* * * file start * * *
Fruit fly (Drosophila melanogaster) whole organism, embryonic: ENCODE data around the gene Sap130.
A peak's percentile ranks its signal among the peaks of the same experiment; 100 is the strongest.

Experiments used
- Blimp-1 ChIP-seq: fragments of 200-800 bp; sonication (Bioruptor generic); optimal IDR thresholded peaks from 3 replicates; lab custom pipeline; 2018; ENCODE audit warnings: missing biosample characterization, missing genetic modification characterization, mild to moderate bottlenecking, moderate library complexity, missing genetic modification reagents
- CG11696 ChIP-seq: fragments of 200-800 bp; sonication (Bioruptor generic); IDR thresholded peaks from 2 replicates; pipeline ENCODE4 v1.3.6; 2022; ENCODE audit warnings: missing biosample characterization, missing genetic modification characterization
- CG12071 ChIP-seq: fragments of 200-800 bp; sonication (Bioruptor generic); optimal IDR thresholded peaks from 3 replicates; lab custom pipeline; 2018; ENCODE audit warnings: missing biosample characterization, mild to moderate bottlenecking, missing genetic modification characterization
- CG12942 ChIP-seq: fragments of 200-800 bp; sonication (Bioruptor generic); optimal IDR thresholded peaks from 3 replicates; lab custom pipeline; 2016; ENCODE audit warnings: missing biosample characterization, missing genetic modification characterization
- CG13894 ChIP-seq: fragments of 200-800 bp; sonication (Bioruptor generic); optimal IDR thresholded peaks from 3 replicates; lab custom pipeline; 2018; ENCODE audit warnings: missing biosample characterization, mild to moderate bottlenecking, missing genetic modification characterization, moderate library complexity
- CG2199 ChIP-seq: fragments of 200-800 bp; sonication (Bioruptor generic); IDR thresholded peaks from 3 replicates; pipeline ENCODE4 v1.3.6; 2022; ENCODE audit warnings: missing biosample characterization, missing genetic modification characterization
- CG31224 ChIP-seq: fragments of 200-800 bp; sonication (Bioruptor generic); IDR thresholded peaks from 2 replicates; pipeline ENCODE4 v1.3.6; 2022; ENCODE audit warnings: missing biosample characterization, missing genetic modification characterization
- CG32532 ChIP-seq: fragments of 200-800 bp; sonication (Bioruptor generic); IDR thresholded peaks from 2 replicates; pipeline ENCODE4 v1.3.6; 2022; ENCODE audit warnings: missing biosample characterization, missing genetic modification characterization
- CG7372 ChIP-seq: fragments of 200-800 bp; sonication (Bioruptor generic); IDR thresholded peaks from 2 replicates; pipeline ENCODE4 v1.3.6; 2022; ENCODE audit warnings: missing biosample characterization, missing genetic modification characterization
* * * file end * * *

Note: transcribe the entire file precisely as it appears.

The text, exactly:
Fruit fly (Drosophila melanogaster) whole organism, embryonic: ENCODE data around the gene Sap130.
A peak's percentile ranks its signal among the peaks of the same experiment; 100 is the strongest.

Experiments used
- Blimp-1 ChIP-seq: fragments of 200-800 bp; sonication (Bioruptor generic); optimal IDR thresholded peaks from 3 replicates; lab custom pipeline; 2018; ENCODE audit warnings: missing biosample characterization, missing genetic modification characterization, mild to moderate bottlenecking, moderate library complexity, missing genetic modification reagents
- CG11696 ChIP-seq: fragments of 200-800 bp; sonication (Bioruptor generic); IDR thresholded peaks from 2 replicates; pipeline ENCODE4 v1.3.6; 2022; ENCODE audit warnings: missing biosample characterization, missing genetic modification characterization
- CG12071 ChIP-seq: fragments of 200-800 bp; sonication (Bioruptor generic); optimal IDR thresholded peaks from 3 replicates; lab custom pipeline; 2018; ENCODE audit warnings: missing biosample characterization, mild to moderate bottlenecking, missing genetic modification characterization
- CG12942 ChIP-seq: fragments of 200-800 bp; sonication (Bioruptor generic); optimal IDR thresholded peaks from 3 replicates; lab custom pipeline; 2016; ENCODE audit warnings: missing biosample characterization, missing genetic modification characterization
- CG13894 ChIP-seq: fragments of 200-800 bp; sonication (Bioruptor generic); optimal IDR thresholded peaks from 3 replicates; lab custom pipeline; 2018; ENCODE audit warnings: missing biosample characterization, mild to moderate bottlenecking, missing genetic modification characterization, moderate library complexity
- CG2199 ChIP-seq: fragments of 200-800 bp; sonication (Bioruptor generic); IDR thresholded peaks from 3 replicates; pipeline ENCODE4 v1.3.6; 2022; ENCODE audit warnings: missing biosample characterization, missing genetic modification characterization
- CG31224 ChIP-seq: fragments of 200-800 bp; sonication (Bioruptor generic); IDR thresholded peaks from 2 replicates; pipeline ENCODE4 v1.3.6; 2022; ENCODE audit warnings: missing biosample characterization, missing genetic modification characterization
- CG32532 ChIP-seq: fragments of 200-800 bp; sonication (Bioruptor generic); IDR thresholded peaks from 2 replicates; pipeline ENCODE4 v1.3.6; 2022; ENCODE audit warnings: missing biosample characterization, missing genetic modification characterization
- CG7372 ChIP-seq: fragments of 200-800 bp; sonication (Bioruptor generic); IDR thresholded peaks from 2 replicates; pipeline ENCODE4 v1.3.6; 2022; ENCODE audit warnings: missing biosample characterization, missing genetic modification characterization